Discover the cosmos! Each day a different image or photograph of our fascinating universe is featured, along with a brief explanation written by a professional astronomer.
[I cannot get the video for today to copy anywhere that I can upload it from so instead here is a link that will take you to view it) From NASA.gov – Full Moon Silhouettes
Full Moon Silhouettes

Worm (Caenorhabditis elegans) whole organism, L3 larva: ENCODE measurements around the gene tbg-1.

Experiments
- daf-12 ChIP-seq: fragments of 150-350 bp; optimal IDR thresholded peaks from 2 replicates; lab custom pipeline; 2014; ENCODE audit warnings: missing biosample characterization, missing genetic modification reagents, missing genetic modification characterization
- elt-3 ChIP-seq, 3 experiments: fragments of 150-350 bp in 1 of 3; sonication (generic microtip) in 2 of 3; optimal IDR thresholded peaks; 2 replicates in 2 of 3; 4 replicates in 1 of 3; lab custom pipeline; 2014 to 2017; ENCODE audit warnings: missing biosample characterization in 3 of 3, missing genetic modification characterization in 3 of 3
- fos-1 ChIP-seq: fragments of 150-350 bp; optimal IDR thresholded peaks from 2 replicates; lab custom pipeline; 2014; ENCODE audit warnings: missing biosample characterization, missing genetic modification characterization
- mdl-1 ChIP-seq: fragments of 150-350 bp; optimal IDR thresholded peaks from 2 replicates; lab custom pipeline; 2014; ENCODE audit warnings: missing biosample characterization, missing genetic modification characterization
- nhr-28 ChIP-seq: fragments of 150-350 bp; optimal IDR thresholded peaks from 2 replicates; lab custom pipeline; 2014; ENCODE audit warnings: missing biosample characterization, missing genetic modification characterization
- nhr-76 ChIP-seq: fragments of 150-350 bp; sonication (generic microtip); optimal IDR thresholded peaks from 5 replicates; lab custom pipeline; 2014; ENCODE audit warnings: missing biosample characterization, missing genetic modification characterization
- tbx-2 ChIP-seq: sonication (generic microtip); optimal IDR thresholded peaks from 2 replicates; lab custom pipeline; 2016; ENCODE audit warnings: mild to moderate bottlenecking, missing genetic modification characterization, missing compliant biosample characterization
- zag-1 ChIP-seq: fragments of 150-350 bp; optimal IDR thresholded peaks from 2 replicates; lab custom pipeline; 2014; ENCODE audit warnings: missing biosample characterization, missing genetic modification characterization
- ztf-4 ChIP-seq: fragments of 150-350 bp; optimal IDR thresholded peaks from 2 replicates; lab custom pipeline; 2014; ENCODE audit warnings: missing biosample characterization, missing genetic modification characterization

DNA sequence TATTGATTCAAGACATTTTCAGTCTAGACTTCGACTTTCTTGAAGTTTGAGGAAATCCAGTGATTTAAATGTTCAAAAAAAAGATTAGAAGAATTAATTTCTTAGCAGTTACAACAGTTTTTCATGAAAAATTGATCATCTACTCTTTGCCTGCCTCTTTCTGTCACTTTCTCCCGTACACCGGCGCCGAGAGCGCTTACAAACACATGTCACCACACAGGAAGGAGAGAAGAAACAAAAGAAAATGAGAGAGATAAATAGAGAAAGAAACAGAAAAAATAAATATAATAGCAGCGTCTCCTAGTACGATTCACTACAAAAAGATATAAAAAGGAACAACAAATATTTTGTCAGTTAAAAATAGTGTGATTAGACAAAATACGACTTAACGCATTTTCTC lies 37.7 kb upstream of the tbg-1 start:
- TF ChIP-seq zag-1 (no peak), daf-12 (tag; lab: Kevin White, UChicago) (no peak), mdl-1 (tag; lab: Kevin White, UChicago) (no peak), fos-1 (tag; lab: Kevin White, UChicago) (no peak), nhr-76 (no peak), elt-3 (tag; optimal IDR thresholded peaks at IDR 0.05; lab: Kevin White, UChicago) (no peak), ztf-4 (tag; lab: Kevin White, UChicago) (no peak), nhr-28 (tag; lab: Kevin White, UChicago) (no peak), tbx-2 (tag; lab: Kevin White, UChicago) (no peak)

Video Credit & Copyright: Mark Gee; Music: Tenderness (Dan Phillipson)Explanation: Have you ever watched the Moon rise? The slow rise of a nearly full moon over a clear horizon can be an impressive sight. One impressive moonrise was imaged in early 2013 over Mount Victoria Lookout in Wellington, New Zealand. With detailed planning, an industrious astrophotographer placed a camera about two kilometers away and pointed it across the lookout to where the Moon would surely soon be making its nightly debut. The featured single shot sequence is unedited and shown in real time — it is not a time lapse. People on Mount Victoria Lookout can be seen in silhouette themselves admiring the dawn of Earth’s largest satellite. Seeing a moonrise yourself is not difficult: it happens every day, although only half the time at night. Each day the Moon rises about fifty minutes later than the previous day, with a full moon always rising at sunset. This Saturday, October 16, is International Observe the Moon Night, where you observe a first-quarter Moon along with other lunar enthusiasts.